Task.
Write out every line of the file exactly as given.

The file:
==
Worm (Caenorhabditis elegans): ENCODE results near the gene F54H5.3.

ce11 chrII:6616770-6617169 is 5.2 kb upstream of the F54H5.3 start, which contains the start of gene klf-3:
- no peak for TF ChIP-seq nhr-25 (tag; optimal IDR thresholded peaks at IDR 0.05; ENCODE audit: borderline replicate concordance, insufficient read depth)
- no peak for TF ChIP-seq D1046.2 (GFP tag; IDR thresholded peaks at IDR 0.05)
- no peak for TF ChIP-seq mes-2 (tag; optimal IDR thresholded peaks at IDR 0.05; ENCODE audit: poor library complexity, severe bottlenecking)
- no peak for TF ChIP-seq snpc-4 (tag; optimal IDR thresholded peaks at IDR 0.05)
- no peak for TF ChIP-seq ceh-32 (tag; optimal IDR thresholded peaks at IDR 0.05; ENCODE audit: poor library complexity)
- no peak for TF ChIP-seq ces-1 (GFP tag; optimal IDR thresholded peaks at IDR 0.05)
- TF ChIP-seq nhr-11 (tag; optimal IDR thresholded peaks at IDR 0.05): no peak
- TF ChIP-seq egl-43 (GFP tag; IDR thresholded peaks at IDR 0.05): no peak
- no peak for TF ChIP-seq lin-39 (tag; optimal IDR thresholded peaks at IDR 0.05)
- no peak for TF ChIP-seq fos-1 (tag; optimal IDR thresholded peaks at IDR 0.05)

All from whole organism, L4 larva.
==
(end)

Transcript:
Worm (Caenorhabditis elegans): ENCODE results near the gene F54H5.3.

ce11 chrII:6616770-6617169 is 5.2 kb upstream of the F54H5.3 start, which contains the start of gene klf-3:
- no peak for TF ChIP-seq nhr-25 (tag; optimal IDR thresholded peaks at IDR 0.05; ENCODE audit: borderline replicate concordance, insufficient read depth)
- no peak for TF ChIP-seq D1046.2 (GFP tag; IDR thresholded peaks at IDR 0.05)
- no peak for TF ChIP-seq mes-2 (tag; optimal IDR thresholded peaks at IDR 0.05; ENCODE audit: poor library complexity, severe bottlenecking)
- no peak for TF ChIP-seq snpc-4 (tag; optimal IDR thresholded peaks at IDR 0.05)
- no peak for TF ChIP-seq ceh-32 (tag; optimal IDR thresholded peaks at IDR 0.05; ENCODE audit: poor library complexity)
- no peak for TF ChIP-seq ces-1 (GFP tag; optimal IDR thresholded peaks at IDR 0.05)
- TF ChIP-seq nhr-11 (tag; optimal IDR thresholded peaks at IDR 0.05): no peak
- TF ChIP-seq egl-43 (GFP tag; IDR thresholded peaks at IDR 0.05): no peak
- no peak for TF ChIP-seq lin-39 (tag; optimal IDR thresholded peaks at IDR 0.05)
- no peak for TF ChIP-seq fos-1 (tag; optimal IDR thresholded peaks at IDR 0.05)

All from whole organism, L4 larva.